- Maintain a relational focus over a transactional one. They assigned us to a different dinner location each night of the cruise. On the first night, we were greeted and cared for by a small team of servers. They quickly learned our names and were spot on in attending to our needs. We sat with a family with two children. My surprise came on the second night when we went to a different restaurant. The serving staff had moved with us! Additionally, we were seated again with the same charming family that we met the night before. What a great way to allow time for relationships to form! The dining experience was not just about getting us fed; it was about making connections AND getting us fed.
- Provide a range of experiences based upon interest and readiness. Each day we were provided a paper copy of the day’s schedule of activities. The “Navigator” was also available as an app for those who are tech-savvy. It was easy and exciting to select which experiences we would engage in. Disney clearly knows that differentiating experiences creates happy cruisers.
As educators, we are wise when we use choice to motivate our learners. Even though our learning targets may be dictated, there is no reason our students can’t demonstrate their mastery in multiple ways. Moving beyond simply differentiating by choice, we need to level our classroom activities to meet the kids where they are. Simply teaching everyone the same thing, at the same level, the same way, is a sure bet to disengage most everyone in the room. Imagine if the folks at Disney only offered one standard type of arts and crafts activity that was appropriate for 12-year-olds all day. There would not be many returning cruisers. This type of standardization of activity happens in many schools, every day.
- If something goes wrong, take responsibility and work to make it right. On the first day in our cabin, we noticed a loud banging noise coming from the outside of the ship. It sounded like the angry ghost of Davy Jones beating on the hull with his rusty chains! I called the concierge to see if it could be addressed. Within five minutes an attendant was down and in the room listening for the banging to repeat itself. As you might imagine, Davy Jones decided to give his banging a break. Much like the noise your car only makes when the mechanic is not around, we waited and waited. After 10 awkward minutes, Davy began banging once more with wild abandon. After hearing this, the gentleman left with a promise to investigate. Shortly thereafter, we received an apologetic phone call from the concierge stating that they would not be able to address the issue until they were in port. She offered us another room, on the other side of the ship. Not only that, they sent an attendant to help us move our luggage, and gave us a $100 ship-board credit! The final act of goodwill came in the form of a precious Mickey Mouse plush toy for Max. Clearly the folks on this ship knew how to take responsibility for shortcomings and what steps to take to correct the issue.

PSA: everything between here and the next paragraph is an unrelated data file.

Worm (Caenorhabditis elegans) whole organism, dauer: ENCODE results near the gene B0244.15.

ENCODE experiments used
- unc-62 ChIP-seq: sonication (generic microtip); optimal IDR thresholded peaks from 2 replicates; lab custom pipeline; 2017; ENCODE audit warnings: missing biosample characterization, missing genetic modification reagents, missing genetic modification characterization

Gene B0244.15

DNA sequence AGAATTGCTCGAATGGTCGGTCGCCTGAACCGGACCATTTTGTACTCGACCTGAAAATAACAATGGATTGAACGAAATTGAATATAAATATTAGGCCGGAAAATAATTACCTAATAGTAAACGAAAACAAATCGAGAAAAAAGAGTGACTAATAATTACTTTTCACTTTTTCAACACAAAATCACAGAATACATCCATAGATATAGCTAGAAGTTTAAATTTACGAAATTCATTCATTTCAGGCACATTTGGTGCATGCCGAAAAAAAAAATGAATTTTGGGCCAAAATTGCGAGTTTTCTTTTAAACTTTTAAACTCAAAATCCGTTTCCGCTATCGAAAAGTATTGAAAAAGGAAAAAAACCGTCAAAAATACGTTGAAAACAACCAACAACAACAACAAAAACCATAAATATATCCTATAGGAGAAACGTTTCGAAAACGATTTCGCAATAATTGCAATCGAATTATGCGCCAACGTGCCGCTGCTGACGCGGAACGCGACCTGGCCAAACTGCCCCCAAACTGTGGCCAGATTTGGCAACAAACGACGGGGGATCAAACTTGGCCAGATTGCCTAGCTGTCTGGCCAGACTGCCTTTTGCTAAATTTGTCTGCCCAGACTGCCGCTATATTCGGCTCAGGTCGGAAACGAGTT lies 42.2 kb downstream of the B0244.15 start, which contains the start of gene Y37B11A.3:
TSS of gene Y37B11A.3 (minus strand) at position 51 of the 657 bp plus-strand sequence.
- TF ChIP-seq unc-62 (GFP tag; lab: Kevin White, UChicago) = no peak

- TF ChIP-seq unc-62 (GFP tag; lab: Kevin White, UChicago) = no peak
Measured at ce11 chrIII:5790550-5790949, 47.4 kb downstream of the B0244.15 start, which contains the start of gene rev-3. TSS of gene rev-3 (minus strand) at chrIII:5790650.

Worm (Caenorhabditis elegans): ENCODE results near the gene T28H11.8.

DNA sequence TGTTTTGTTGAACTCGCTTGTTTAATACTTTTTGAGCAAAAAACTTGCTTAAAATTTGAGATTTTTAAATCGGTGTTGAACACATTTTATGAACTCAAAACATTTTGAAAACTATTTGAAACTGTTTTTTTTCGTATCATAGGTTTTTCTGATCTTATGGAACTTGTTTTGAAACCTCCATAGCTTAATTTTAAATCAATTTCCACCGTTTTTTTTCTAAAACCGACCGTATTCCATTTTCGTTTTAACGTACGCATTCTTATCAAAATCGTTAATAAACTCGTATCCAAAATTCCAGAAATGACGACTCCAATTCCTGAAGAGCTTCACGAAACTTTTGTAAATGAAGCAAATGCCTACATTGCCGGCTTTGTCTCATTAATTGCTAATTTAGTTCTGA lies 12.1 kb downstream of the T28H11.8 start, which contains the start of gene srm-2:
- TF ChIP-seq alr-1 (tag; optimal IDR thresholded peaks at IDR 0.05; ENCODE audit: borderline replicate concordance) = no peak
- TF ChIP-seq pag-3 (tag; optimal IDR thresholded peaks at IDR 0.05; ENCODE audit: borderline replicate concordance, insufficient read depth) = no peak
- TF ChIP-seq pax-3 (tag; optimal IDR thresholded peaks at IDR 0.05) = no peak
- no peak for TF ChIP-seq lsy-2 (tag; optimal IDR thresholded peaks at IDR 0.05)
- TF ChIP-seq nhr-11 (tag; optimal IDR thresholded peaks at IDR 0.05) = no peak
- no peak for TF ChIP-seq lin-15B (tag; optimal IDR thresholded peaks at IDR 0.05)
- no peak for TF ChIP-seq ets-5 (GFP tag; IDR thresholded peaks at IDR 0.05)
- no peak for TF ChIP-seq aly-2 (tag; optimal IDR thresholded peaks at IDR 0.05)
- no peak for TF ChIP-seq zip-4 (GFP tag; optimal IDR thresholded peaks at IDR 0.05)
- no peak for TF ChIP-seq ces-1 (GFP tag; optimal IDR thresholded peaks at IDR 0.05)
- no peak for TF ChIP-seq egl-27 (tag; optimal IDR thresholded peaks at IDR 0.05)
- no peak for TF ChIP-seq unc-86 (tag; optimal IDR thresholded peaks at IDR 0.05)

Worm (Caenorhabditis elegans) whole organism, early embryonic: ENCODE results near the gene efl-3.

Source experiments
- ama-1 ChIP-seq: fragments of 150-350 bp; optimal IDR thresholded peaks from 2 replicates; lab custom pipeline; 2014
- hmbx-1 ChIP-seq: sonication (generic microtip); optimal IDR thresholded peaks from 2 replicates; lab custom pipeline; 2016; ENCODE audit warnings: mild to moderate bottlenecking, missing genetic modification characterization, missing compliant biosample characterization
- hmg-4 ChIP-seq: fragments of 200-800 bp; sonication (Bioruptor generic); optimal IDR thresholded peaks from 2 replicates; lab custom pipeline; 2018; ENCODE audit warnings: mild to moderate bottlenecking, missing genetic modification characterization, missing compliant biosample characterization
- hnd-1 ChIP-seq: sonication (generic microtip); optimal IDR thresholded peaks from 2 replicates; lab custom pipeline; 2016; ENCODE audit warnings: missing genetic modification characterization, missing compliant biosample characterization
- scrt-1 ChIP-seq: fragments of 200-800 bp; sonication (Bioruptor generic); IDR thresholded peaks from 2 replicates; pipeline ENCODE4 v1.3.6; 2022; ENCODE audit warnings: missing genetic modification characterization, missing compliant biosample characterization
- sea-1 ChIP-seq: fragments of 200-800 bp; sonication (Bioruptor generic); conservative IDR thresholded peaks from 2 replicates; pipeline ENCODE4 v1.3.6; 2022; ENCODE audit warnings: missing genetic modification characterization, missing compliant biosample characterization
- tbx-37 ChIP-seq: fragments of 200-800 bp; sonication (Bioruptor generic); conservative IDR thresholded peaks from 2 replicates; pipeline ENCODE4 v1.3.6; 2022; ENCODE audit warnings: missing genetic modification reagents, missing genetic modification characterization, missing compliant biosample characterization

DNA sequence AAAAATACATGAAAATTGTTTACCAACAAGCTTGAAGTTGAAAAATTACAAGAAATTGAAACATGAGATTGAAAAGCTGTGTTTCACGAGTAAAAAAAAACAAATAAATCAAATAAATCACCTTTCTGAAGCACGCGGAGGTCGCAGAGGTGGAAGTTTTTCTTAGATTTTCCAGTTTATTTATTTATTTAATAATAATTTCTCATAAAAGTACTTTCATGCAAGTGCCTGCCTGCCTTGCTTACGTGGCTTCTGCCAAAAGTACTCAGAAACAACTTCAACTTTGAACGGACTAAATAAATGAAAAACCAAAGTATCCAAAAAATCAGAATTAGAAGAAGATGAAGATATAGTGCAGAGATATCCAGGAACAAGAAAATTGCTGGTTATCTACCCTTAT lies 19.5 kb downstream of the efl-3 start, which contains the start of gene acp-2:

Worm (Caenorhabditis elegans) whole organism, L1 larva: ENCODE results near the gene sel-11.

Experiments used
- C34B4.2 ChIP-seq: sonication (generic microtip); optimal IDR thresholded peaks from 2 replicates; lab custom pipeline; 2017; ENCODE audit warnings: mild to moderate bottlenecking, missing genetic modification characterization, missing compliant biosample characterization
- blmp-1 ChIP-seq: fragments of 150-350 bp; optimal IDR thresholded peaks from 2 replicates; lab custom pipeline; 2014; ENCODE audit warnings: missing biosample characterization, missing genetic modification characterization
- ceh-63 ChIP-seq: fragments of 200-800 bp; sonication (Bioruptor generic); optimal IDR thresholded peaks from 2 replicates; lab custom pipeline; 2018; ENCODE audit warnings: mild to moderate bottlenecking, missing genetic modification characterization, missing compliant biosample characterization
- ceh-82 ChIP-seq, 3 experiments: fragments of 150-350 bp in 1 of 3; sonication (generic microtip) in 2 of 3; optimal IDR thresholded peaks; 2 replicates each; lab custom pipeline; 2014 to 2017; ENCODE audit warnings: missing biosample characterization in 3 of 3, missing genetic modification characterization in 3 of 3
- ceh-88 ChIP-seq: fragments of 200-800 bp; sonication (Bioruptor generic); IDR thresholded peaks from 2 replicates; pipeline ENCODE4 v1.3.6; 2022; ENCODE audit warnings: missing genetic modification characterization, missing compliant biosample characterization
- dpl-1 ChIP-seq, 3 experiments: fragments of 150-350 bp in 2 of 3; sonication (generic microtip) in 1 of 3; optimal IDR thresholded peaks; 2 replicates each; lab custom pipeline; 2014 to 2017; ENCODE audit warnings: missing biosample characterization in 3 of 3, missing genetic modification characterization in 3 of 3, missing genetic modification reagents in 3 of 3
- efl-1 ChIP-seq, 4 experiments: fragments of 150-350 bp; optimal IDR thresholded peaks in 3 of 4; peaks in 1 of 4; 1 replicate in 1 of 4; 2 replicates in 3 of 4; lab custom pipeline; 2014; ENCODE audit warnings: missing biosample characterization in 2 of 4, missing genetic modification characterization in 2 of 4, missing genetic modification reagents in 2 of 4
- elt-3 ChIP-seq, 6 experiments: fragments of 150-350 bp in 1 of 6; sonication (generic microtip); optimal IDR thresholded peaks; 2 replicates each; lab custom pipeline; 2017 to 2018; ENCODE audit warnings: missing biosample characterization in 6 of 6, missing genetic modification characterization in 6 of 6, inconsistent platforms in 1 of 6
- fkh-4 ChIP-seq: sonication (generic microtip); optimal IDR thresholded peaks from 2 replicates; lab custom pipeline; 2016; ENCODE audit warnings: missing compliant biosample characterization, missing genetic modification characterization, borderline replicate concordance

Too many times, we fail to model ownership of issues with our students. This is not just an issue in schools, it is widespread in our society. The need to seem perfect and deflect responsibility for our mistakes is at the heart of many of our current struggles. When we are vulnerable enough to say that we made a mistake, and work to correct it, we humanize ourselves and draw closer to our learners. The same is true when we work with parents. Admitting a shortcoming and then demonstrating the courage to work through it builds respect and trust. We only get what we model.
- Find joy in the journey, not just the destination. Of all the lessons that the Disney folks reminded me of, I believe this is the most important. Because they attended to relationships, provided engaging experiences, and worked hard to make things right, we enjoyed each day. When we arrived at that tropical paradise folks call Cozumel, it was wonderful, but not necessarily the highlight of the trip. The trip was the highlight of the trip.
How do you ensure that your students are enjoying their journey as a member of your classroom or campus? Engaging students through clubs, and extracurricular activities gives them the strong sense of belonging that creates emotional engagement. I believe that it is the job of every adult in a school to cultivate relationships. It starts with a smile and acknowledgement every day.
All this leads me back to how my resolutions can bring about a “Happy New Year”. I have recommitted to my own personal health with the typical focus on diet and exercise. Upon reflection, I realize what will really make this year happy is to bring joy to others, specifically the students and staff that I lead. This is at the heart of happiness for me, as a servant leader.